Leer did not respond to interview requests.

Deals were one way to get investors’ attention, and Leer’s first big acquisition in 1998 was emblematic of a borrow-and-buy growth strategy.

Arch used more than a billion dollars in debt to take hold of new leases and rival operations in the West. Further deals would anchor the company in Wyoming’s Powder River Basin. There, union power was weak and mines had vast reserves of low-sulfur coal in demand under new pollution controls.

Still, Arch Coal had promises to keep at Hobet and other eastern mines where current and former workers were owed hundreds of millions of dollars in benefits. These were “onerous” liabilities, credit rating agency Standard and Poor’s reported.

Arch Coal could not shift its miner liabilities, so it tried to control them. With bigger machinery and longer hours, the Hobet mine could boost output without hiring more miners.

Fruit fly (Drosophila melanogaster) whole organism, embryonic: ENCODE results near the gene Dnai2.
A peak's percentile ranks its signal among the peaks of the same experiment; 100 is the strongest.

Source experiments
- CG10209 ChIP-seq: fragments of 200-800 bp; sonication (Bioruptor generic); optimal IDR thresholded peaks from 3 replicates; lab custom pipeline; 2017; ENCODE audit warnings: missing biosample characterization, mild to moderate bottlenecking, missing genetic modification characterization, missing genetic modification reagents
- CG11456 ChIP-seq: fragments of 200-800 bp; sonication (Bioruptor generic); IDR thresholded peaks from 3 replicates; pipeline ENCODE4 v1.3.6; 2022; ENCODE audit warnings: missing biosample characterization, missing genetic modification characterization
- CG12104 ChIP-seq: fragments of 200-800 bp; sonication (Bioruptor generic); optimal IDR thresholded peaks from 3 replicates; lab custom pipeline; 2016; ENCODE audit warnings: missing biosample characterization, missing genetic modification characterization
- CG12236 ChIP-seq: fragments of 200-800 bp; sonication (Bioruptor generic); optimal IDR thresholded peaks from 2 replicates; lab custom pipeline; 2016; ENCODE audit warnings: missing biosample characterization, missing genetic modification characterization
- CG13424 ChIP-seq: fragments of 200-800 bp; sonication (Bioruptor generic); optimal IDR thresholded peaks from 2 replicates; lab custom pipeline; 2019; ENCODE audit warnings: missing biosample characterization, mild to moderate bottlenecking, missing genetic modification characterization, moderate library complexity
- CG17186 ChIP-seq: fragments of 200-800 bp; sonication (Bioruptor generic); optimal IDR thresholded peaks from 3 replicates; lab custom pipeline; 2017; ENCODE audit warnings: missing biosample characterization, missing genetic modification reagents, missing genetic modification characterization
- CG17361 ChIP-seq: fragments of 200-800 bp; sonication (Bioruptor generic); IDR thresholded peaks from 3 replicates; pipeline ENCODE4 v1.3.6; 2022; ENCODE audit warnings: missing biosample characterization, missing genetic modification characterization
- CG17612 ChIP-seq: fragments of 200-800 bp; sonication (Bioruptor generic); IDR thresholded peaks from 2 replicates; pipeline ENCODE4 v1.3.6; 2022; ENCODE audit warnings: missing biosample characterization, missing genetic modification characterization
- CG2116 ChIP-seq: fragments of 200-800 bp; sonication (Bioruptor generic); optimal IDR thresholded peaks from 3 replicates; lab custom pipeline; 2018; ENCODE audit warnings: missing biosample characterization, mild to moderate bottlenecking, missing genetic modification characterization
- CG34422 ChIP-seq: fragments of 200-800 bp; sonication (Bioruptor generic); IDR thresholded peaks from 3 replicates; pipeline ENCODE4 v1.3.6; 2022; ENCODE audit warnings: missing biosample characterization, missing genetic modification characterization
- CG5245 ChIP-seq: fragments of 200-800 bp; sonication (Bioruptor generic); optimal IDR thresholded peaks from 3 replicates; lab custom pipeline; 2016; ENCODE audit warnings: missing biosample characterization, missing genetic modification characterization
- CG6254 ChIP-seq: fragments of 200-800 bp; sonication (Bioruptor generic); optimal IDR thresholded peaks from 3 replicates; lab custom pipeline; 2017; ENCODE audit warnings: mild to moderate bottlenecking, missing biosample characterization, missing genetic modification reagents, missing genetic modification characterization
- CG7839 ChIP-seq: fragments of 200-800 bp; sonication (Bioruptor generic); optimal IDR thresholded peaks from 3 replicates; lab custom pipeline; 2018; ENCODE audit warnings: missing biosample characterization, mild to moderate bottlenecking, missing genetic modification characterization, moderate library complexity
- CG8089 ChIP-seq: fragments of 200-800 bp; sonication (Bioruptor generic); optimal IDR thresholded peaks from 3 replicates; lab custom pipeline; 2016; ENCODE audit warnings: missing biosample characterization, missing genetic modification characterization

After five years under Arch, Hobet was producing a record 5 million tons of coal, according to government data. That was 1.5 million tons more than Ashland produced in its last year of management.

Production was up but the culture became more focused on the bottom line, some former miners say.

Hobet managers summoned to Arch’s St. Louis headquarters came back describing cost-savings and “the Arch Way” of management that kept a steady eye on spending, said Ronnie Vance, a Hobet manager.

In Novembers past, Ashland had tolerated deer season when more than 15 percent of the workforce sought an absence. No more.

COAL CRUSH

Coal fever spread through the 2000s. Asian demand rose with the economy and natural gas output was flat, keeping up demand for coal.

Amid record revenue, one cost remained a blot on the Arch Coal balance sheet: more than $400 million in miner health and pension costs.

By 2005, investor hunger for coal had spread beyond Wall Street. ArcLight Capital Partners, a Boston private equity group, wanted a toehold in the coal business and Arch Coal found a way out of some stubborn costs.